Stress testing set to intensify
At first glance, Royal Bank of Scotlands successful hurdling of the European Central Banks stress tests at the weekend are obviously reason for cheer. But once you burrow down into the numbers the results are less than convincing.
Indeed, Royal Bank of Scotlands common equity tier 1 (CET1) ratio clocked in at 6.7%, making it the second worst capitalised bank in Britain behind Lloyds Banking Group. Of course a pass is a pass, and Royal Bank of Scotland beat the ECBs 5.5% target, but the outcome is hardly outstanding by comparison HSBC ran in with a reading of 9.3%.
And the bank still has to face the Bank of Englands own set of assessments scheduled for December, which are viewed by many as a harder proposition that the ECBs tests The Old Lady of Threadneedle Street will assume a 35% collapse in domestic house prices, for example. Royal Bank of Scotland holds a 10% market share in the British mortgage market.
A multitude of headwinds hinder payout possibilities
Given its precarious capital position, income hunters will of course be seeking clues over whether this will delay the resumption of its dividend policy.
City analysts expect Royal Bank of Scotland to get dividends rolling again from next year, giving some reason for cheer, with a total dividend of 1.6p per share presently chalked in. Although this currently yields only 0.4%, some way behind a forward average of 3.4% for the complete banking sector, any sort of payment is still a step in the right direction.
But I dont believe that shareholders should bet their house on this occurring. On top of its less-than-robust capital position, Royal Bank of Scotland still faces mammoth financial penalties relating to a string of previous misdemeanours, from the mis-selling of payment protection insurance (PPI) and interest rate swaps through to the manipulation of currency markets.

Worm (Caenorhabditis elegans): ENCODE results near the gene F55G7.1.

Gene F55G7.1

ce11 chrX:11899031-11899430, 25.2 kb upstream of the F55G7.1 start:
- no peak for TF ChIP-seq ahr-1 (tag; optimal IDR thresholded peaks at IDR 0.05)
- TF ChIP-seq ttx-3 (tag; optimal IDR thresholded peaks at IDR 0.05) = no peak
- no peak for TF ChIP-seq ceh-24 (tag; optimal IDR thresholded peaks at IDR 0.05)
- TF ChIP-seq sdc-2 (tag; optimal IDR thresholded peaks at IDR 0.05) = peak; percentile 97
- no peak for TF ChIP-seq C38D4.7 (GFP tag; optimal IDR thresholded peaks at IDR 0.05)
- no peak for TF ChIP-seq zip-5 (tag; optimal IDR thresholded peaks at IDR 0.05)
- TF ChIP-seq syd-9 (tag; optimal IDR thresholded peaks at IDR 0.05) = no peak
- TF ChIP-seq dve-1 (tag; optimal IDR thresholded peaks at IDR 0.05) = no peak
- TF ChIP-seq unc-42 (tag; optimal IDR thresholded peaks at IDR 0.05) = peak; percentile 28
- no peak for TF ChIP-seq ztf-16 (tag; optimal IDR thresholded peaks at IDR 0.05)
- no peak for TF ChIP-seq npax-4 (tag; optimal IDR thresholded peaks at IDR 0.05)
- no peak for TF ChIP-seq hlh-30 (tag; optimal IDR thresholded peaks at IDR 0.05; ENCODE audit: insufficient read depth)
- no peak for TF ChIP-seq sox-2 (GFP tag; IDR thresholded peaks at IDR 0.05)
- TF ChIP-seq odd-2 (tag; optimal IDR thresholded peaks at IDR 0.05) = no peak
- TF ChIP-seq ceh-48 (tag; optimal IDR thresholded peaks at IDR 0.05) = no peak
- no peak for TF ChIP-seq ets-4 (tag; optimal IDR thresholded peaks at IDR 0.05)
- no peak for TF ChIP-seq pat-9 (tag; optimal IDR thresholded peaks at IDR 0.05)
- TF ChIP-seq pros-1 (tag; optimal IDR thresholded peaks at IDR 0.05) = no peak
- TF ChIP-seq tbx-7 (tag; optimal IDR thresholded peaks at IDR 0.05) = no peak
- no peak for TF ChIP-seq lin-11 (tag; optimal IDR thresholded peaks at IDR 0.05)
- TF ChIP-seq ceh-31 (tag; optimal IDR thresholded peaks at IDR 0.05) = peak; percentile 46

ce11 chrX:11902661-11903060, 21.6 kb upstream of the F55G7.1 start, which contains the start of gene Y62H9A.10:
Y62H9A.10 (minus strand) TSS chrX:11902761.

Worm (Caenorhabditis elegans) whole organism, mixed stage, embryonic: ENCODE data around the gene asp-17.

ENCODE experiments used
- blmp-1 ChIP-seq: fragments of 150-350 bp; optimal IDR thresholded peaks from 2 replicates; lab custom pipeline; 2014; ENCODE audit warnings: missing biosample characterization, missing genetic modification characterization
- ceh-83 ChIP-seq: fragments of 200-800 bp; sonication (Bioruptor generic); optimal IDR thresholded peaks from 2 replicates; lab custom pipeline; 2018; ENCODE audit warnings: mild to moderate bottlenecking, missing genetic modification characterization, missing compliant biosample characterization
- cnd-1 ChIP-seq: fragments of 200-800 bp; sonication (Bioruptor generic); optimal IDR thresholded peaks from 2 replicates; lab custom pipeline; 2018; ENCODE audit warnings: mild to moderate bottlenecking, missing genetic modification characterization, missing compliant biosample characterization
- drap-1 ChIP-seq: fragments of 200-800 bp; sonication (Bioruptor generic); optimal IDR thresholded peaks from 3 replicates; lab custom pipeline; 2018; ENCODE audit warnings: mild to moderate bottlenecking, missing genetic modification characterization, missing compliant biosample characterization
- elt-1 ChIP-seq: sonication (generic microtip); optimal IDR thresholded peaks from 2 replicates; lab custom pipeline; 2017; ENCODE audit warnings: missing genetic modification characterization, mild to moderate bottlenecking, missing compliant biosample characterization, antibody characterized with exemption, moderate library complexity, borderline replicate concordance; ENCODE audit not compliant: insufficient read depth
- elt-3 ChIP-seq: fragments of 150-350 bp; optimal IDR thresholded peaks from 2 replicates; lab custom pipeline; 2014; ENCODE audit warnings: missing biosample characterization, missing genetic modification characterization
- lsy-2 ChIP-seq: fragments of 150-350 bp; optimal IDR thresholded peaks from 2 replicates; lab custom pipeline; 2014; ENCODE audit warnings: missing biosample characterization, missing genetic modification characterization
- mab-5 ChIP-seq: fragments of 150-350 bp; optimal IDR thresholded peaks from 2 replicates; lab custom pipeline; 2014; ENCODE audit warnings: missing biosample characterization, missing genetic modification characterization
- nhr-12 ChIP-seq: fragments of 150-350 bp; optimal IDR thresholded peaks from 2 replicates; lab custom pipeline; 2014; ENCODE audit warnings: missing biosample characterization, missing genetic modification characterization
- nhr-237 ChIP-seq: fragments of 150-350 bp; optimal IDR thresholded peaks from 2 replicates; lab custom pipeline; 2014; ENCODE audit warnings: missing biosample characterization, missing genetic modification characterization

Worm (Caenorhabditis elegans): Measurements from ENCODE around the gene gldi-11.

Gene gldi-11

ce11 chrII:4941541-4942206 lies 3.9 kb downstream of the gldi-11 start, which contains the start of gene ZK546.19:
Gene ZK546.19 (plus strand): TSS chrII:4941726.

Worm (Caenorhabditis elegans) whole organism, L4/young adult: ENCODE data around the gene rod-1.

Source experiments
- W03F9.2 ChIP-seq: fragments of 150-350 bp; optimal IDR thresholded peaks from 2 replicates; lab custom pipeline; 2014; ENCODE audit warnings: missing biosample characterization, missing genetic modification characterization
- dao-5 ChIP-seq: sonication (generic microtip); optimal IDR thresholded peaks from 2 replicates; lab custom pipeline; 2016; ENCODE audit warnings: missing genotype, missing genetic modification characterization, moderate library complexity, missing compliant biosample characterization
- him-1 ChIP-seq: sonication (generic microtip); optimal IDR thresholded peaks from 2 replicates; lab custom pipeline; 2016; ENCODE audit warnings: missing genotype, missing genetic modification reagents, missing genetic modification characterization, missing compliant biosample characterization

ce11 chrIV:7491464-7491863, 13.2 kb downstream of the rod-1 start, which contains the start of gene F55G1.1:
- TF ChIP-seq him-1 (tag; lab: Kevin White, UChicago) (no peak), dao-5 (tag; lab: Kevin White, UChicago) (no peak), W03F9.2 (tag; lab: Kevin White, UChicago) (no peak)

Although chief executive Ross McEwan is aiming to put the worst of the banks legacy issues behind it within the next 18 months, the scale of the firms misconduct and therefore timing of this goal is nigh on impossible to quantify, a situation which could weigh heavily on the firms dividend outlook.
And with revenues at the core still continuing to struggle total income fell 6% during January-June to 10bn Royal Bank of Scotland may struggle to get its planned dividend resurrection off the ground.
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Royston Wild has no position in any shares mentioned. The Motley Fool UK has no position in any of the shares mentioned. We Fools don’t all hold the same opinions, but we all believe that considering a diverse range of insights makes us better investors.